The first three passenger flights of Blue Origin’s New Shepard have been long on symbolism. On the first one, Jeff Bezos invited Wally Funk, who in 1960 was one of 13 women who underwent the same medical checks as the Original Seven Mercury astronauts. NASA wasn’t accepting female pilots at the time, so Funk had to wait 51 years to reach space.
New Shepard’s second flight included starship Capt. James T. Kirk, or more precisely, the actor who played the “Star Trek” captain, William Shatner. The third flight had Laura Shepard Churchley, the daughter of America’s first astronaut to fly to space, who launched aboard a vehicle named after her father, Alan.
On Tuesday morning, Jeff Bezos and his three companions — Mark Bezos, Wally Funk and Oliver Daemen — will be aboard the first crewed flight of Blue Origin’s New Shepard suborbital vehicle. The flight will include the youngest (Daemen), oldest (Funk) and richest (Jeff Bezos) people ever to fly to space.
Fewer than 25 suborbital spaceflights have ever been conducted
Most suborbital launches were conducted with vehicles retired decades ago
No suborbital flight has ever carried a paying passenger
There is no agreement on what even constitutes a suborbital spaceflight
by Douglas Messier Managing Editor
When Richard Branson and three Virgin Galactic employees strap into their seats aboard SpaceShipTwo VSS Unity on Sunday, they will briefly go where not very many have gone before: suborbital space.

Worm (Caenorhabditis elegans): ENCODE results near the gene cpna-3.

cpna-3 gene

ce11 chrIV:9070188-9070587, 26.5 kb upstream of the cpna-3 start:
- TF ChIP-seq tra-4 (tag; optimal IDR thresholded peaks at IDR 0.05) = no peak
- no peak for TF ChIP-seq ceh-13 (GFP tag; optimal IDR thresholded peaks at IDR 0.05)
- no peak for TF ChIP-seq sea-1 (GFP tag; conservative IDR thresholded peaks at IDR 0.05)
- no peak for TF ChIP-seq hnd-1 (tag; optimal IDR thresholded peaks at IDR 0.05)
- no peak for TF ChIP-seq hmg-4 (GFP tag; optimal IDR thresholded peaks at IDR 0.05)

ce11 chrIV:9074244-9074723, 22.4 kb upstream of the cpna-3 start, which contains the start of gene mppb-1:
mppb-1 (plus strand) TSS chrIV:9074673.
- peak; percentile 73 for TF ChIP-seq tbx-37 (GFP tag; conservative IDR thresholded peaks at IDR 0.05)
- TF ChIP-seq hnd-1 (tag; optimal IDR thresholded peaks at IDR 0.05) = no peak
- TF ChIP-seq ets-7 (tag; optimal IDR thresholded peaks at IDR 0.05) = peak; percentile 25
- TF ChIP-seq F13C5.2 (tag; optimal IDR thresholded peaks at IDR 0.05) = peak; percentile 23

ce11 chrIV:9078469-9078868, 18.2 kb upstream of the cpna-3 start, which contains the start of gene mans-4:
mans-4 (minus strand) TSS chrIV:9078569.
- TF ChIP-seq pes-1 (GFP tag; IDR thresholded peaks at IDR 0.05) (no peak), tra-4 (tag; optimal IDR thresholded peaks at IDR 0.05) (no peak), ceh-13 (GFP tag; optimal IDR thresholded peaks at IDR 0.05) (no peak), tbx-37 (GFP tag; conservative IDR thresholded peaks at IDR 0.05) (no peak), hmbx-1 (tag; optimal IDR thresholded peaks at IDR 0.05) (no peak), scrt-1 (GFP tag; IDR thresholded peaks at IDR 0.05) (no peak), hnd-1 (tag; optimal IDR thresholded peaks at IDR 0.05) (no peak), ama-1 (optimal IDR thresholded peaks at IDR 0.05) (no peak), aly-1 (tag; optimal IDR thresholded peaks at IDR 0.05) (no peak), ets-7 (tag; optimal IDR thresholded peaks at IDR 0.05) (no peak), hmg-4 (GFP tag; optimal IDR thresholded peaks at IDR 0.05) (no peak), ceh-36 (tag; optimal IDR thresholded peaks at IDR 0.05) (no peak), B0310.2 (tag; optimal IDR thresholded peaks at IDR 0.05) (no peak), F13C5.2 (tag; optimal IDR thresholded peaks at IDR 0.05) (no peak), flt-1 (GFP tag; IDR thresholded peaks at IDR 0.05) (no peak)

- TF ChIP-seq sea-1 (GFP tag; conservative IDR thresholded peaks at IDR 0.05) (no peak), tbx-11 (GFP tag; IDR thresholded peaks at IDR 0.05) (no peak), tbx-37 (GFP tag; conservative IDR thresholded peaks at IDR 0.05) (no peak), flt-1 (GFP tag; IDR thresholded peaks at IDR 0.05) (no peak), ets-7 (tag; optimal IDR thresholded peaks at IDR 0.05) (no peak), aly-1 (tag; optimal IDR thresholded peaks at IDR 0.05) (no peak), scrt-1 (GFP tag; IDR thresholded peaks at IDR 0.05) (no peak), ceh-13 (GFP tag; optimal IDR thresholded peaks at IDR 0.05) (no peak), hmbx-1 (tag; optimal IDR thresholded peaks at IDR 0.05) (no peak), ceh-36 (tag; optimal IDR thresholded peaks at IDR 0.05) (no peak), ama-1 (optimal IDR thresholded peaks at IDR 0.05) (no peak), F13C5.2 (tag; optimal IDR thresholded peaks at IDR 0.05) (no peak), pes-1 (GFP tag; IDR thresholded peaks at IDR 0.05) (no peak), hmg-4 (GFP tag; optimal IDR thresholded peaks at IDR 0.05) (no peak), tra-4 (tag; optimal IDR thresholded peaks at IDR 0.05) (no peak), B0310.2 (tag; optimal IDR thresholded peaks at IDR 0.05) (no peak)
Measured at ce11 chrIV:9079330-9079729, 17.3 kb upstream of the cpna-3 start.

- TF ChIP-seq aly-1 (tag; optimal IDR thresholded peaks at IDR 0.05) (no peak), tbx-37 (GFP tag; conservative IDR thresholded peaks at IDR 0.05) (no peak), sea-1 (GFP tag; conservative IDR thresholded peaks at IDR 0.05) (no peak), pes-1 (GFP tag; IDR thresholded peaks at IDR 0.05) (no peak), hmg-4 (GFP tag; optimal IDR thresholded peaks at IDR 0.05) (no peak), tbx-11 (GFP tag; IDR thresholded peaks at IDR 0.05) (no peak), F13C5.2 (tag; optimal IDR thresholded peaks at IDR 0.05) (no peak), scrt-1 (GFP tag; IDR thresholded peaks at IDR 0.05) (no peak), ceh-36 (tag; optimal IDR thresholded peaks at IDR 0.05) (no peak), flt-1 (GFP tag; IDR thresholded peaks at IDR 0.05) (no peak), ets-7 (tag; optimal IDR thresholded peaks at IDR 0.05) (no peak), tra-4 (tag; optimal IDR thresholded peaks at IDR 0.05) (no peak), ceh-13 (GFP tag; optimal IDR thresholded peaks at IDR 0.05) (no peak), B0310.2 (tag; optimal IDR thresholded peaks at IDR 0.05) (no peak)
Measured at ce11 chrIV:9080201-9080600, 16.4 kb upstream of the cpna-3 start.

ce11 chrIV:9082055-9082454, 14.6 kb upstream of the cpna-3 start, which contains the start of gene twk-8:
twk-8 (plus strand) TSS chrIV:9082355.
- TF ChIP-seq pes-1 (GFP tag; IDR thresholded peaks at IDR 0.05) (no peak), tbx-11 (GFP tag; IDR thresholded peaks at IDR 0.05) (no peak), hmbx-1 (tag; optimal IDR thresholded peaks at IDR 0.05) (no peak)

Of the 374 attempts to launch astronauts to space since Yuri Gagarin flew into Earth orbit 60 years ago, only 23 were suborbital flights. The majority of those launches were conducted during the 1960’s using vehicles that long ago became museum pieces. One ended with the loss of the spacecraft and its pilot. And two flights were unintentional ones involving vehicles being launched into Earth orbit.
HOSUTON (NASA PR) — In 1961, the United States and the Soviet Union found themselves in a race to put the first human being into space. The United States initiated Project Mercury in 1958 to put the first American into space and selected its first group of astronauts in 1959 to begin training for that mission. The Soviets kept their plans secret but began their own human spaceflight program and selected their own team of 20 cosmonauts in 1960.
The Soviets won the race in April 1961 when cosmonaut Yuri A. Gagarin completed a single orbit around the Earth aboard his Vostok capsule. On May 5, 1961, Alan B. Shepard became the first American in space during a suborbital flight aboard his Mercury capsule named Freedom 7. Three weeks later, based on the success of Shepard’s brief flight, President John F. Kennedy committed the United States to achieving a lunar landing before the end of the decade.